You have no idea how good you have it. In 1998, I was an up-and-coming hacker, co-founding one of the earliest professional white hat hacking teams.
We were kids, really, with dream jobs, paid to break into some of the most secure computer systems, networks, and buildings on the planet. It sounds pretty sexy, but in reality, we spent most of our time hovering over a keyboard, armed with the digital tools of our trade.
We wielded a sordid collection of programs, designed to map networks and locate targets; then scan, exploit, and pivot through them.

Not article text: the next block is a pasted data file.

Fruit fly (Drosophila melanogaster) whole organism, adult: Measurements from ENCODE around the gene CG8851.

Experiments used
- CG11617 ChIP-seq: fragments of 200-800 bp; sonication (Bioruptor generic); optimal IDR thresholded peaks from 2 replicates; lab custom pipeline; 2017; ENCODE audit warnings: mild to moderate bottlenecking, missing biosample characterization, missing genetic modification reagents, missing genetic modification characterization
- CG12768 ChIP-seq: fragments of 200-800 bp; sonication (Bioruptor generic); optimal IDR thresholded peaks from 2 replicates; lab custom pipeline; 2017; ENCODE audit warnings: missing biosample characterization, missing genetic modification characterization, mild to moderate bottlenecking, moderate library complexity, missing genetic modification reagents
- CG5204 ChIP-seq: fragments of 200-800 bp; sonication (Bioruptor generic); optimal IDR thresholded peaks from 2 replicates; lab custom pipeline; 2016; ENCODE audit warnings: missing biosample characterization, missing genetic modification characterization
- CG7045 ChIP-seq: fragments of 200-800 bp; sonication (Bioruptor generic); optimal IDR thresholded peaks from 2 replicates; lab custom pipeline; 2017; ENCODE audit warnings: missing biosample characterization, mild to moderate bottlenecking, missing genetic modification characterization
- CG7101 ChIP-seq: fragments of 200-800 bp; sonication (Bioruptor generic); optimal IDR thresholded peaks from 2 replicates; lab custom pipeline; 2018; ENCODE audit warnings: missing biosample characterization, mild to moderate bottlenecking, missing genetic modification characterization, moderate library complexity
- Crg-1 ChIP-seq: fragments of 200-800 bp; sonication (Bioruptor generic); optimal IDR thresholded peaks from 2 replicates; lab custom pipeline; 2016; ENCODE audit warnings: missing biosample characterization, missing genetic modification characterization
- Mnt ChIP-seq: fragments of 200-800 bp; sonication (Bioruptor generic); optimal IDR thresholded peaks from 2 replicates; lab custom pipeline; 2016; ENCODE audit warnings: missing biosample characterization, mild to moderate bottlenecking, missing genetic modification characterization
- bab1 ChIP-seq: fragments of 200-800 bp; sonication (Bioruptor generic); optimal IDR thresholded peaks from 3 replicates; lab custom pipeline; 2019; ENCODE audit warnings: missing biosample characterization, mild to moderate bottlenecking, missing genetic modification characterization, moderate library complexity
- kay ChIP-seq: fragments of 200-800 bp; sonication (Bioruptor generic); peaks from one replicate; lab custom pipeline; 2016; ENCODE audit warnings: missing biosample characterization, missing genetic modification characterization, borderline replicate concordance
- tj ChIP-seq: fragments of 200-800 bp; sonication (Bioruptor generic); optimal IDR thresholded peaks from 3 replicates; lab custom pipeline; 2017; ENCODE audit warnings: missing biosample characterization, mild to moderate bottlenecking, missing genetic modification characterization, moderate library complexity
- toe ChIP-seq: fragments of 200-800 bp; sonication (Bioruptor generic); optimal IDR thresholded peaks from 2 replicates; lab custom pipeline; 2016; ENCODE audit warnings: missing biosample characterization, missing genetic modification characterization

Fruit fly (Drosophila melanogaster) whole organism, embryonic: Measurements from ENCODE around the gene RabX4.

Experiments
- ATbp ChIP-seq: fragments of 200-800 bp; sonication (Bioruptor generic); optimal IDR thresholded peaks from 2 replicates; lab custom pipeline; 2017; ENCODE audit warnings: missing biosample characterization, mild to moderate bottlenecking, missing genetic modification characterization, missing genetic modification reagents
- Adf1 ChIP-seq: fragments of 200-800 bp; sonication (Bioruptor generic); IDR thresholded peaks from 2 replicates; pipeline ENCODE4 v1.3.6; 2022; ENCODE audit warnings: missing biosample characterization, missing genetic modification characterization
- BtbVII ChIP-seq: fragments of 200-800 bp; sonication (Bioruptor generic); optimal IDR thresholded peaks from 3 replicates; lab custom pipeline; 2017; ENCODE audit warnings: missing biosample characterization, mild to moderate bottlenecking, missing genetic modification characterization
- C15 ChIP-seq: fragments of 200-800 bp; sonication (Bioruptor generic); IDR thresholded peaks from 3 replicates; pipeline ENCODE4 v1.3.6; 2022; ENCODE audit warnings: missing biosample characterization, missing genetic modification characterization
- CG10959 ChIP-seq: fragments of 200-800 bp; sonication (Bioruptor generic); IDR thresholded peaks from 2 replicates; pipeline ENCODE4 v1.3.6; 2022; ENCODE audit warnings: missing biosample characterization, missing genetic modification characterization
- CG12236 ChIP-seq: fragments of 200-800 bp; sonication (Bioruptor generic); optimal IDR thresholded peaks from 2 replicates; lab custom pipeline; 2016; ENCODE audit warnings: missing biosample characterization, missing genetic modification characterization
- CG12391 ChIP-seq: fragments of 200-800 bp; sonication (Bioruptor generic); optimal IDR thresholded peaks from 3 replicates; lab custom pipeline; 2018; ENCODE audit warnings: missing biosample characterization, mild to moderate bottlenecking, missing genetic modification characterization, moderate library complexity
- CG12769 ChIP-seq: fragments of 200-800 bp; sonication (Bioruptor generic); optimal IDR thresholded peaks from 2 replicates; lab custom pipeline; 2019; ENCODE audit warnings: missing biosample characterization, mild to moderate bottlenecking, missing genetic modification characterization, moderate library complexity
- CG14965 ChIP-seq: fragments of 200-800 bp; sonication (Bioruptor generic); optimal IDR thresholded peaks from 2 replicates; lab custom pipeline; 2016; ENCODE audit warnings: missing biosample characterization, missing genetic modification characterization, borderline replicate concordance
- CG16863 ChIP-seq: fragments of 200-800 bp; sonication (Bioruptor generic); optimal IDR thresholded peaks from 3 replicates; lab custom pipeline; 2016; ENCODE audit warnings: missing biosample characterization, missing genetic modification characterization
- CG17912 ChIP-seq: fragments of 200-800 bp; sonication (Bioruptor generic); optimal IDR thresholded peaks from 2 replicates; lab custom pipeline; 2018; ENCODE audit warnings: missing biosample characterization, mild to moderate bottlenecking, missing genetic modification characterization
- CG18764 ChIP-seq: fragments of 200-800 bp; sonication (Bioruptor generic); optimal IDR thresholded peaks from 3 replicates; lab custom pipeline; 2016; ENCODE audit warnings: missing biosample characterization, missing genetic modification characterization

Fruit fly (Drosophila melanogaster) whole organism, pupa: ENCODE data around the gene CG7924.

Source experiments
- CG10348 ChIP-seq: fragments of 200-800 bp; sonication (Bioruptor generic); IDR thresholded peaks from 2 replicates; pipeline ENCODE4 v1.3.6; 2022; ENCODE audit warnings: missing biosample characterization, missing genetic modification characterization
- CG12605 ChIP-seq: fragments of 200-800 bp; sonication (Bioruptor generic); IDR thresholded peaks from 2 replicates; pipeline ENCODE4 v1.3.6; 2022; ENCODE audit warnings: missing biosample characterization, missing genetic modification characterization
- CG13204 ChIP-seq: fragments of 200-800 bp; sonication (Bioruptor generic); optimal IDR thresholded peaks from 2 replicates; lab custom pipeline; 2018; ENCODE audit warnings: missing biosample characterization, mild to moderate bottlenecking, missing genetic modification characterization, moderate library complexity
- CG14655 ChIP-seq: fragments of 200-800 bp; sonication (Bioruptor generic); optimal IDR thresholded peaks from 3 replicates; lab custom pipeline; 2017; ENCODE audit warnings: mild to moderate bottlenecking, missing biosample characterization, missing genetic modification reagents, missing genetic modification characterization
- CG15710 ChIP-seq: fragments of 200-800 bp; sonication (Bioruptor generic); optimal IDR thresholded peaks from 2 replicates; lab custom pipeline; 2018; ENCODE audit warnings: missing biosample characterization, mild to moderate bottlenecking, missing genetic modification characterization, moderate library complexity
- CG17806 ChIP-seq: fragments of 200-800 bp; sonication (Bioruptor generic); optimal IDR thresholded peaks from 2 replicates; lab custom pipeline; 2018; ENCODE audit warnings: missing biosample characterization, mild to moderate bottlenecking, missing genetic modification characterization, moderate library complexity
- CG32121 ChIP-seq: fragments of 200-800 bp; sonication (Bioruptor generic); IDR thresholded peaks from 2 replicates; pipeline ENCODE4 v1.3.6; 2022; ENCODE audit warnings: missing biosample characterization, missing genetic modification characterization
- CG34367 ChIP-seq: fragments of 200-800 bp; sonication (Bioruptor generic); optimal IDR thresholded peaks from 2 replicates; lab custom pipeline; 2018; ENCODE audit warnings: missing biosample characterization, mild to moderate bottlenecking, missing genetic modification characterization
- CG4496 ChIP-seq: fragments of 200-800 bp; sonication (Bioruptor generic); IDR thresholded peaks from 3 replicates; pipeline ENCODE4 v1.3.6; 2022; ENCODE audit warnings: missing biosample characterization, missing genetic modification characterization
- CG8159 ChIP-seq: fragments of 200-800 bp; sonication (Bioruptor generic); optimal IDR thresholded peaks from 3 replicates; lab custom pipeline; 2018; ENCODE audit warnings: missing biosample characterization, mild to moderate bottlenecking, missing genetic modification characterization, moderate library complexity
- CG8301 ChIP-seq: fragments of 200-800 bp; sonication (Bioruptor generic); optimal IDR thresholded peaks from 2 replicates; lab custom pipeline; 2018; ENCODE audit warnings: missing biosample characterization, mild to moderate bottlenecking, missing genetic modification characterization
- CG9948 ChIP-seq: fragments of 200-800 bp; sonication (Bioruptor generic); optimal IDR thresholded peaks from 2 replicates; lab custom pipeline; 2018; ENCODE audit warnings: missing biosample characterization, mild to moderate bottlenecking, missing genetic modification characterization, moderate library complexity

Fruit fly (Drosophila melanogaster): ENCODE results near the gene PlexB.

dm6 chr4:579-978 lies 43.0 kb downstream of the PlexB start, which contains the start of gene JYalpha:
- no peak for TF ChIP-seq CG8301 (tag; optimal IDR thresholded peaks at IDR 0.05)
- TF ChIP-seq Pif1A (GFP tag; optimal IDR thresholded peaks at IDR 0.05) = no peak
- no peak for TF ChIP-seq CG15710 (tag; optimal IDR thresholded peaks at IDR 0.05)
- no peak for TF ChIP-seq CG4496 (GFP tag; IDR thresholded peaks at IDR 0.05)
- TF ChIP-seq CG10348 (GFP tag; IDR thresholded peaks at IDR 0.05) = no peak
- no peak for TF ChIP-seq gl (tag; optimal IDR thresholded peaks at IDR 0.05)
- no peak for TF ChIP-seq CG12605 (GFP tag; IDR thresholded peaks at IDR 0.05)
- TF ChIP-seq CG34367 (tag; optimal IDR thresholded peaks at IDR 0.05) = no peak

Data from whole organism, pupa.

In some cases, one of us (often Jim Chapple) would write custom tools to do wicked things like scan a Class A network (something no other tool could do, at the time), but most often we would use or modify tools written by the hacker community. In those pre-Google days, we frequented BugTraq, AstaLaVista, Packet Storm, w00w00, SecurityFocus, X-Force, and other resources to conduct research and build our arsenal.